- Shares in Kite Pharma fell by as much as 13% Monday morning after the biotech reported a patient receiving its experimental CAR-T therapy axi-cel died from cerebral edema, resurfacing worries about fatal side effects tied to the emerging class of cancer treatments.
- Kite has informed the Food and Drug Administration of the death, which occurred at the end of April, and there has been no halt or pause to the ongoing safety expansion phase of Kite's ZUMA study.
- Cerebral edema has become a key safety concern surrounding CAR-T after the condition led to the deaths of five patients in rival Juno Therapeutics' study of its once lead candidate JCAR015. Juno eventually shuttered that program, dropping well behind Kite and Novartis in the push to win FDA approval for a CAR-T cell therapy.
After Kite successfully completed its filing for approval of axi-cel with the FDA in late March, analyst and market attention had shifted to the biotech's commercialization plans and manufacturing ramp-up ahead of a potential green light from the regulator.
But the patient death clearly rattled investors Monday, and brings safety concerns back to the forefront of the conversation around CAR-T therapy — which has dazzled with impressive clinical results but also can trigger neurological and immune-related side effects.
While Juno was forced to drop JCAR015 after unsuccessfully modifying its treatment regimen, Kite had so far been able to avoid any fatal brain swelling in the clinical testing of axi-cel.
"This was the first grade 5 [death] cerebral edema event that has occurred in approximately 200 patients who have been treated in the ZUMA clinical trials," Kite reported in a quarterly filing with the Security and Exchange Commission.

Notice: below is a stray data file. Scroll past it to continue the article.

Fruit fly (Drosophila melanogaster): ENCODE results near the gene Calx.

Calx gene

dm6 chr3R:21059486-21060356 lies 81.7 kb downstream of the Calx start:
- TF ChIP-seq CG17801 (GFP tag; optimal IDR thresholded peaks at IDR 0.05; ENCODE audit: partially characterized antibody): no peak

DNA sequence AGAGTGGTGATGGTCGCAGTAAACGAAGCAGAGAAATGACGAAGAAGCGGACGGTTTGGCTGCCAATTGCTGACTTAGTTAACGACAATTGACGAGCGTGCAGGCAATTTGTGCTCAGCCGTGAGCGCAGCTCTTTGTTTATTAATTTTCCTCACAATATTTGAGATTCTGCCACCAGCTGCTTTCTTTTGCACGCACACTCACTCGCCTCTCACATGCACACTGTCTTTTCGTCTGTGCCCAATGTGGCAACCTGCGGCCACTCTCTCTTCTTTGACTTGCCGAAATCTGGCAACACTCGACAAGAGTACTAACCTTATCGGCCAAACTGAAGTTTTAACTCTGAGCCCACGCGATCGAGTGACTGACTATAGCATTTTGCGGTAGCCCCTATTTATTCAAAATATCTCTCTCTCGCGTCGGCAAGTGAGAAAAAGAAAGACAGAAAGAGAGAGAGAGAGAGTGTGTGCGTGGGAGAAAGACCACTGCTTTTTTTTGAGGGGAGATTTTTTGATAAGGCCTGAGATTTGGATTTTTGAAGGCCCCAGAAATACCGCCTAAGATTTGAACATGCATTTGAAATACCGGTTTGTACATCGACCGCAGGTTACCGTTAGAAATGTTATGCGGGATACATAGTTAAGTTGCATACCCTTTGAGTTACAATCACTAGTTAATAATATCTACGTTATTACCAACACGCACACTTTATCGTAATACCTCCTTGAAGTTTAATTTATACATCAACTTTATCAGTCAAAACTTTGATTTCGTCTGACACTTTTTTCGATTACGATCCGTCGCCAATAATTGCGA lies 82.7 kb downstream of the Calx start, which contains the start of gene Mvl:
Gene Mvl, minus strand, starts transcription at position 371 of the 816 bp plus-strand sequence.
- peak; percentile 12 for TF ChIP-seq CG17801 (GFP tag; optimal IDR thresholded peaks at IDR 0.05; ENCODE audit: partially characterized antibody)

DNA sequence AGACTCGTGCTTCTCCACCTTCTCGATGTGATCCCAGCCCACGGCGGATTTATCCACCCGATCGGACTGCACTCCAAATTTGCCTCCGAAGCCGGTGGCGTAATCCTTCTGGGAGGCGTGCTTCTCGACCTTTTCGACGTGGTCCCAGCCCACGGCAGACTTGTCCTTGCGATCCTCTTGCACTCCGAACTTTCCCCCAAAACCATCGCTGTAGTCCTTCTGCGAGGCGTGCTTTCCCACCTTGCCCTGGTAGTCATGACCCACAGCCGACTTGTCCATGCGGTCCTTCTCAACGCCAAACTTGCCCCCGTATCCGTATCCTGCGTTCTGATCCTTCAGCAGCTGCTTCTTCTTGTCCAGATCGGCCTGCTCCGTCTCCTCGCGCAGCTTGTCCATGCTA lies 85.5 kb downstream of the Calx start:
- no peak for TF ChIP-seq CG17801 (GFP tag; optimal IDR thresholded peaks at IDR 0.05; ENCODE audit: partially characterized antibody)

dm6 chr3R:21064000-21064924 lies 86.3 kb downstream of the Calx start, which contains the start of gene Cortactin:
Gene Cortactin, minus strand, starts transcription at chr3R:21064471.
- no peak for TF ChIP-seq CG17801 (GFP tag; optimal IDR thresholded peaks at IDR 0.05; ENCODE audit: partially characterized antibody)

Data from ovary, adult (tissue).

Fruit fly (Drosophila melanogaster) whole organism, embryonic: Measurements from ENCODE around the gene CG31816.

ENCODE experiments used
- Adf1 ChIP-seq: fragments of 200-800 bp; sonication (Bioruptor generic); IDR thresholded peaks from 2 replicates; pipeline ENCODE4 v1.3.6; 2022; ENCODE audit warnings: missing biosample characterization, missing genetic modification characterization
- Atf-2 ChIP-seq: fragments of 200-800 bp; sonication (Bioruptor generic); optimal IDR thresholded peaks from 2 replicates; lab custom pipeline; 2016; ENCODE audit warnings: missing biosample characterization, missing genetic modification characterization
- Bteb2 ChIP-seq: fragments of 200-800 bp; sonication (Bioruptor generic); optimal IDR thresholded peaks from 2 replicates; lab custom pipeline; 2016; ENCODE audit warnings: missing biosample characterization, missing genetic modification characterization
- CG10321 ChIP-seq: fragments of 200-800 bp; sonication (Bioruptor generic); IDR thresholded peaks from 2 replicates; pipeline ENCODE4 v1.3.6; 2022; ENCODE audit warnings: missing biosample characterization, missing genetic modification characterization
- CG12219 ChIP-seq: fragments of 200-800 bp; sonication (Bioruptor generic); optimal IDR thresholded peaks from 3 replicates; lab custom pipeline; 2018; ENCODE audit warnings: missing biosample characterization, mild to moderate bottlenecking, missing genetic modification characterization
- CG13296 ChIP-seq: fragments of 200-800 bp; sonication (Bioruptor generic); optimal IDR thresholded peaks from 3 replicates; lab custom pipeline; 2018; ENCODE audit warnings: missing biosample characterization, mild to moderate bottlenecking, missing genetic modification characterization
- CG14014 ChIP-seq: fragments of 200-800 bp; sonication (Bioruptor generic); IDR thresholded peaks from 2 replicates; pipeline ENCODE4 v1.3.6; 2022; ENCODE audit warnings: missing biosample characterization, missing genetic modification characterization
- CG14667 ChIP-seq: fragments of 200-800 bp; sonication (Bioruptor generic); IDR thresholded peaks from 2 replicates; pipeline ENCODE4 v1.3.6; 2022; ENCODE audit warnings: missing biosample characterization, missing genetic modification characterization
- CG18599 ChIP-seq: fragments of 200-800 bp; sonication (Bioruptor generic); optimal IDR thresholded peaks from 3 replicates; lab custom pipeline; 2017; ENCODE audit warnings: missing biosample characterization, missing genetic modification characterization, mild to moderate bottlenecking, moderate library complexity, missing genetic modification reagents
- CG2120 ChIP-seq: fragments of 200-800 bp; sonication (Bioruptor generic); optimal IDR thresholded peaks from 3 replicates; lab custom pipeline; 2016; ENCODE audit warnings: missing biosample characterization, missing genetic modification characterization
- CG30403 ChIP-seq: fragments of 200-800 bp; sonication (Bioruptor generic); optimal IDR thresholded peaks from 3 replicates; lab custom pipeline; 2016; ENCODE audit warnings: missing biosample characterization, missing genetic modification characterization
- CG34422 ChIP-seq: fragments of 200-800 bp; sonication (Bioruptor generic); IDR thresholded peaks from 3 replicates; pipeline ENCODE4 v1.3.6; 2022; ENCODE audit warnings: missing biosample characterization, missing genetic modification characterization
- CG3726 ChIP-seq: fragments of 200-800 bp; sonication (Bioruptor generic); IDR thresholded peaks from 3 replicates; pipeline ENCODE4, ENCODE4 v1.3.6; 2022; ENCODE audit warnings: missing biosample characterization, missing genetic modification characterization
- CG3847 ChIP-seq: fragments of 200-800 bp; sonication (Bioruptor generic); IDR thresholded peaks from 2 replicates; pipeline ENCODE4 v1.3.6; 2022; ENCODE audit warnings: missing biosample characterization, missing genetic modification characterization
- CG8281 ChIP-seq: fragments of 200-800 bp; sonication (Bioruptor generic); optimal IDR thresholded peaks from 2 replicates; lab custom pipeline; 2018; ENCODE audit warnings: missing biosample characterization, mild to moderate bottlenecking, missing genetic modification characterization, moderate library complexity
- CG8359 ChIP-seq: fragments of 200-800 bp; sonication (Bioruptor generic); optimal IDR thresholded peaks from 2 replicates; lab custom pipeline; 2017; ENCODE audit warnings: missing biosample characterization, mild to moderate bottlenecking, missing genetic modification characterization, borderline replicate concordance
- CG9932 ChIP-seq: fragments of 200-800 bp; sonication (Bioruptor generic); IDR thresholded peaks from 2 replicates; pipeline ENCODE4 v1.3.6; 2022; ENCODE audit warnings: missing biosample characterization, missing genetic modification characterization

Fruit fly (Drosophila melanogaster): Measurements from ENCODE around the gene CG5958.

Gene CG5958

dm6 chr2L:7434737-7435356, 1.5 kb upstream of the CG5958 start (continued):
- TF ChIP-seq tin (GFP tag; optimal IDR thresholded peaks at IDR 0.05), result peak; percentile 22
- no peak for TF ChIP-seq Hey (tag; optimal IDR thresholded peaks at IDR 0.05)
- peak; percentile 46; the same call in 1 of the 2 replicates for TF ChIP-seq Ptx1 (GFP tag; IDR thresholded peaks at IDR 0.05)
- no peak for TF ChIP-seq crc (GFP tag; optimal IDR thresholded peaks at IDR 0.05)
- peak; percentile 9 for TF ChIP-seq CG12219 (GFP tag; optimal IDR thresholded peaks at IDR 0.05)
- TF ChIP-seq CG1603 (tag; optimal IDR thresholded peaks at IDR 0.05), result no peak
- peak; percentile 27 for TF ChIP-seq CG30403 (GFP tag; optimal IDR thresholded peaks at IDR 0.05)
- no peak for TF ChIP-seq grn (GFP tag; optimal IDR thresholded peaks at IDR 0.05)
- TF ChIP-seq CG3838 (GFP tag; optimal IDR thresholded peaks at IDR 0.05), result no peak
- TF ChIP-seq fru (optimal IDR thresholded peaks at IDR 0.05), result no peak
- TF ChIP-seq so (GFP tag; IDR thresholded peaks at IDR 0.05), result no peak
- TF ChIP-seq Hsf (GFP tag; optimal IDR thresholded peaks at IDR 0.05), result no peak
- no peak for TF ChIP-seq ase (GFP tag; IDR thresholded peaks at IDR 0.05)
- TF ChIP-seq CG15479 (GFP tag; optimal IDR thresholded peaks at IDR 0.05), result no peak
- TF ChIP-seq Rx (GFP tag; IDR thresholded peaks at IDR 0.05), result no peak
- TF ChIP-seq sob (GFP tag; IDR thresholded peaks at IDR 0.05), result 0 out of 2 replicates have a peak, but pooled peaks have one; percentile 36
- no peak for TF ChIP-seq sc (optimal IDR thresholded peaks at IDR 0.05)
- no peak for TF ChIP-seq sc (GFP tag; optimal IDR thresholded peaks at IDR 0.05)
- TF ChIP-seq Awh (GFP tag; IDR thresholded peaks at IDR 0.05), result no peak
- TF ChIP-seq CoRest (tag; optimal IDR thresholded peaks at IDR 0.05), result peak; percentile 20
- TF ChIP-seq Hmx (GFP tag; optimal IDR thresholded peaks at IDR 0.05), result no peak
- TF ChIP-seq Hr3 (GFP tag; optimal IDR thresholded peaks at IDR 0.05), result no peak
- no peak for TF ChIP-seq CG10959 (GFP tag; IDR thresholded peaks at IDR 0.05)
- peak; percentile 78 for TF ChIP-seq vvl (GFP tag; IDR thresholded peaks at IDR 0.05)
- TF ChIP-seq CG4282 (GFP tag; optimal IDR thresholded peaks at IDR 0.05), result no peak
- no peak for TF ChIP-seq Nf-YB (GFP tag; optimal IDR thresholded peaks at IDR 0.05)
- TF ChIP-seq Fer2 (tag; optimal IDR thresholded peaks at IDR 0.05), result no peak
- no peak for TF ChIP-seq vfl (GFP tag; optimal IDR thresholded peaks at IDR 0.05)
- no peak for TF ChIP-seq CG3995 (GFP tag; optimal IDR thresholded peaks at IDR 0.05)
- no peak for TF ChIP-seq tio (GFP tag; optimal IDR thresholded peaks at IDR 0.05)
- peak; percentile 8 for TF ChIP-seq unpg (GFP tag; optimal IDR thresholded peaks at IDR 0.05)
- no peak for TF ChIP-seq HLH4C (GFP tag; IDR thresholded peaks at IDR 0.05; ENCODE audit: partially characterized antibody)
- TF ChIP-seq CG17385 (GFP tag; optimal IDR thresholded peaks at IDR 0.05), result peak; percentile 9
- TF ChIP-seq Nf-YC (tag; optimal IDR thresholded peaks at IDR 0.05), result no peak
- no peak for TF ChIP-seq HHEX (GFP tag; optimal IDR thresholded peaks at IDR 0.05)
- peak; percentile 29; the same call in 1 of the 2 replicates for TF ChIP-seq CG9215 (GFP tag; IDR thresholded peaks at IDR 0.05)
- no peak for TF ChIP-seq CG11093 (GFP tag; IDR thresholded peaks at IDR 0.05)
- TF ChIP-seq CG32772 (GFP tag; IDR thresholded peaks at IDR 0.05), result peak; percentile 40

If studies conducted by the National Cancer Institute are included, more than 300 patients have been treated with axi-cel.
The patient in question had refractory non-Hodgkin lymphoma that was rapidly progressing at the time of enrollment, said Kite's Chief Medical Officer David Chang on a call with analysts Monday.
Chang said the patient's underlying condition and "extremely high" baseline levels of inflammation markers were Kite's initial focus in its review. Roughly two days of progressively worsening neurological events elapsed before the patient's death.
The death occurred in a safety expansion cohort which was initiated in September 2016 to evaluate an "adverse mitigation strategy" that involved giving patients levetiracetam and Actemra (tocilizumab) prophylactically. Thirty patients were treated in the U.S. arm of the cohort.
Three other deaths not due to disease progression have so far been recorded in the primary analysis of the pivotal ZUMA-1 trial testing axi-cel, two of which were judged to be related to treatment. None involved cerebral edema.
Reported rates of cytokine release syndrome and adverse neurological events associated with axi-cel — two other closely watched safety issues — have fallen since initial interim data from ZUMA-1 was released last September. Investigators in the study attributed the decline to improved management of CAR-T treatment and its side effects among physicians.